To call it “Little America” is a stretch, but with U.S.-style electrical outlets, a population that visits the United States often, and a foundation of franchising, trade mission participants report that the country is a golden opportunity for unrepresented franchise brands.

“We met with people who have fundamental knowledge of the value of franchising and have seen the success of U.S. franchises in this market and are very interested in these opportunities,” said Scott Chorna, director of new international business development for FOCUS Brands, reporting on the first day of deal-making.  “It’s a sophisticated, pro-American, developed market, but still ripe with opportunity.”

Cinnabon, a FOCUS Brand, has 11 stores in the country through a 10-year-old franchise agreement. Early next year, Chorna says, the group will open the first Auntie Anne’s.  Moe’s Southwest Grill and Schlotzky’s, also FOCUS Brands, are not far behind.

Panama’s unique position as a logistics and transportation hub between North and South America and the Pacific and Atlantic oceans make the country even more attractive.  An expanded Panama Canal is set to open next year, just when a new U.S.-Panama Free Trade Agreement is set to take effect, dropping tariffs and other barriers to bilateral trade.

“It will make U.S. imports 15 percent cheaper,” notes Fred LeFranc, CEO and founder of Results Thru Strategy, who is advising specialty sandwich brand Which Wich on its international expansion.  “That will fuel franchise development.”

The U.S.-Panama relationship is very warm, and it doesn’t hurt that Panama is a huge importer of U.S. goods.  For every dollar of U.S. imports of Panamanian goods, Panama imports $20 of U.S. products and services.  The economy of this nation of 3.5 million is expected to grow at a hot 6 percent annually over the next several years.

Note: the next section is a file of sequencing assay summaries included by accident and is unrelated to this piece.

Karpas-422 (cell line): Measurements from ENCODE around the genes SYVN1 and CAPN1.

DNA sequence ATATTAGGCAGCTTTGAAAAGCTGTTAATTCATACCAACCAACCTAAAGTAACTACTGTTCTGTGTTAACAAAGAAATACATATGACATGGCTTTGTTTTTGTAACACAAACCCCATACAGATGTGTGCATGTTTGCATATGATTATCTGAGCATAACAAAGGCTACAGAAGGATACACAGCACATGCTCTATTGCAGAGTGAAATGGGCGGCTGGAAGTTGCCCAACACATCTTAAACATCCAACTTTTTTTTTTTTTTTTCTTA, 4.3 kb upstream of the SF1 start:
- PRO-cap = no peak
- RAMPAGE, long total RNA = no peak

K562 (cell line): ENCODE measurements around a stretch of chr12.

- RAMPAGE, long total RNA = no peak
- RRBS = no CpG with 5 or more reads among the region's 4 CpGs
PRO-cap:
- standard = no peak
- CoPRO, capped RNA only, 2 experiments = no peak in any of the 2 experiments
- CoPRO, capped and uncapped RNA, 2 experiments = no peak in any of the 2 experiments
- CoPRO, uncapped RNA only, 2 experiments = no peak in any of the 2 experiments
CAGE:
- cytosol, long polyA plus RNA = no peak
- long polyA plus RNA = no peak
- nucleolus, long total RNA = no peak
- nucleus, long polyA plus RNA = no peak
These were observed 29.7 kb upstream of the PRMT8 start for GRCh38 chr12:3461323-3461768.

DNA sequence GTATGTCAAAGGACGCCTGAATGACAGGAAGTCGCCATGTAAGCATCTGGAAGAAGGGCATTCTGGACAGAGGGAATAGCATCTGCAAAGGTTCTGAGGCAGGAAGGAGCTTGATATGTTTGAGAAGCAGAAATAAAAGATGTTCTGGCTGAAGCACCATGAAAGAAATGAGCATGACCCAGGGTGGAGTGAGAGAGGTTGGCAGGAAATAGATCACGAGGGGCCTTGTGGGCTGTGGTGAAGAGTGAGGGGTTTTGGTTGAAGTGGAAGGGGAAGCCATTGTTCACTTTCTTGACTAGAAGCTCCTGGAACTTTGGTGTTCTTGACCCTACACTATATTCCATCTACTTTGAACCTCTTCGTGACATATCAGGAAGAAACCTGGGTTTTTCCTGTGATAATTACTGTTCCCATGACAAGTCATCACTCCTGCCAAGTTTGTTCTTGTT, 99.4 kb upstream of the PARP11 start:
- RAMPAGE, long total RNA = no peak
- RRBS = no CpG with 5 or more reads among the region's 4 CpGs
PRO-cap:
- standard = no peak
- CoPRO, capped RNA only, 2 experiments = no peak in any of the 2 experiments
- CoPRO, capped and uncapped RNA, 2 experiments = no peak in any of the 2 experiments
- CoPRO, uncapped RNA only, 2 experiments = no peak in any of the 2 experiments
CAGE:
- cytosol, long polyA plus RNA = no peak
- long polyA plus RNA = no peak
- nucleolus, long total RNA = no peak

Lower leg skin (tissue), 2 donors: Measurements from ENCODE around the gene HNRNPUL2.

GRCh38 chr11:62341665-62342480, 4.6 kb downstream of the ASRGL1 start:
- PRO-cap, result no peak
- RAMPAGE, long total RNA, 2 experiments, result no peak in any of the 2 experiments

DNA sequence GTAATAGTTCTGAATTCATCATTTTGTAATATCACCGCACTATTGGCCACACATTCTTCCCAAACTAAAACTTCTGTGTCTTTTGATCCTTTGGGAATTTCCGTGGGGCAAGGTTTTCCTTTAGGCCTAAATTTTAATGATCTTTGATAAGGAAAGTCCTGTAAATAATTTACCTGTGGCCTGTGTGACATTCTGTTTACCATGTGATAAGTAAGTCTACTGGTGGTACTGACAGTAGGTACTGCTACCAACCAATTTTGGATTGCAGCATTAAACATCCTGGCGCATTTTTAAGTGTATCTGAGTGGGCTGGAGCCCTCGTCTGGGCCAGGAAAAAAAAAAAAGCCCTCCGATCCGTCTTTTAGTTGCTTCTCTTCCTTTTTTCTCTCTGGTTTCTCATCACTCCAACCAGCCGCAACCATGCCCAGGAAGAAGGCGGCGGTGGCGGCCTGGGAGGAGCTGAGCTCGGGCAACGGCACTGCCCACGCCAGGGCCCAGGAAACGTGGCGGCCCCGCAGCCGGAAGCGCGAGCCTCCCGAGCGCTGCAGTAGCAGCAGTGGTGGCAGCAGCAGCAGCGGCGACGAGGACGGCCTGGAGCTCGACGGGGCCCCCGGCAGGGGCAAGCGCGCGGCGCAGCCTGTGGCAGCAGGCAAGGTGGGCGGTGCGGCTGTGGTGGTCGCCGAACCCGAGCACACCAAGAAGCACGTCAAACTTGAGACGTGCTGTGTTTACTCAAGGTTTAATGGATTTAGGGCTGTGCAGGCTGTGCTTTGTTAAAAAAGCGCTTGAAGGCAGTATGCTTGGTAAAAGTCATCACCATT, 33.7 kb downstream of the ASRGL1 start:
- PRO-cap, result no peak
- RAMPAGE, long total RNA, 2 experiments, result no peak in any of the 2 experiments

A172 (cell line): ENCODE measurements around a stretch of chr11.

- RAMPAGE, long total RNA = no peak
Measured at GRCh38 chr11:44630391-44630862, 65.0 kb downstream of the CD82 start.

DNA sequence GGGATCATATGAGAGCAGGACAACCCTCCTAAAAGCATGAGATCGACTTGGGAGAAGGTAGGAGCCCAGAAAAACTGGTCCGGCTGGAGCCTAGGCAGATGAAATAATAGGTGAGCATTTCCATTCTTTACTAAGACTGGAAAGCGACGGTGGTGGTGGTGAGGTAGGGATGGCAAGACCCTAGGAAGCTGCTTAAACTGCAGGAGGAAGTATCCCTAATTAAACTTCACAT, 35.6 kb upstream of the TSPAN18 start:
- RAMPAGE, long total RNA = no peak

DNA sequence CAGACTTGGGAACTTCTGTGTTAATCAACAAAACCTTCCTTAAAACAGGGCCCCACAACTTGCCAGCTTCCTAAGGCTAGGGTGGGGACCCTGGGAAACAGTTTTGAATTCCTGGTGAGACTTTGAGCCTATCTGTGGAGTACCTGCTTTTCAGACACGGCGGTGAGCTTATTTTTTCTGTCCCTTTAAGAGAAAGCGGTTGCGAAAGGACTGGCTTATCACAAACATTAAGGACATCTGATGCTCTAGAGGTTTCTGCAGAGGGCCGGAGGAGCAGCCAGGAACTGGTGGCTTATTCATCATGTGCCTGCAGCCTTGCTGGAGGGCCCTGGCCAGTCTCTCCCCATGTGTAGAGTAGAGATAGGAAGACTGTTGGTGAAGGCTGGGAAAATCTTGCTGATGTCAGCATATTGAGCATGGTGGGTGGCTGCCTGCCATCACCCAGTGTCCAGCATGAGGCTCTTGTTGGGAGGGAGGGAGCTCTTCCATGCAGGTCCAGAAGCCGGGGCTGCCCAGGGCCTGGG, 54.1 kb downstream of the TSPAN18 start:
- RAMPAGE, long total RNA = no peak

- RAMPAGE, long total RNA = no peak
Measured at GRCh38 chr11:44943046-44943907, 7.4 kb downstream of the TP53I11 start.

Rogelio Martinez, vice president of international franchise development for Tutor Doctor was impressed with the potential master developers he met.

“The candidates were well qualified,” he said.  “This is the event with the most high-quality candidates I’ve ever seen.”

According to Tutor Doctor and most of the trade mission companies, the U.S. Commercial Service team led by Kristin Houston, Senior International Trade Specialist and Enrique Tellez, Senior Commercial Specialist who did the matchmaking in Panama can go to the head of the class.

The brands represented on the mission are:

• BrightStar Care
• FOCUS Brands – Carvel®, Cinnabon®, Schlotzsky’s®, Moe’s Southwest Grill®, Auntie Anne’s® Pretzels, and the franchisor of Seattle’s Best Coffee®
• Fuddruckers
• Global Franchise Group – The Athlete’s Foot: TAF®, as well as four quick service restaurant (QSR) franchise concepts: Great American Cookies®, Marble Slab Creamery®, Pretzelmaker® and Pretzel Time®
• HASB Global Franchise Finance Alliance – finance sponsor of the trade mission
• Hertz Equipment Rental
• Home Instead Senior Care
• Jani-King International
• McAlister’s Deli
• Popeyes Louisiana Kitchen
• RadioShack
• Rita’s Italian Ice
• Round Table Pizza
• Sport Clips, Inc.
• The Melting Pot
• Tutor Doctor
• Which Wich
• Wing Zone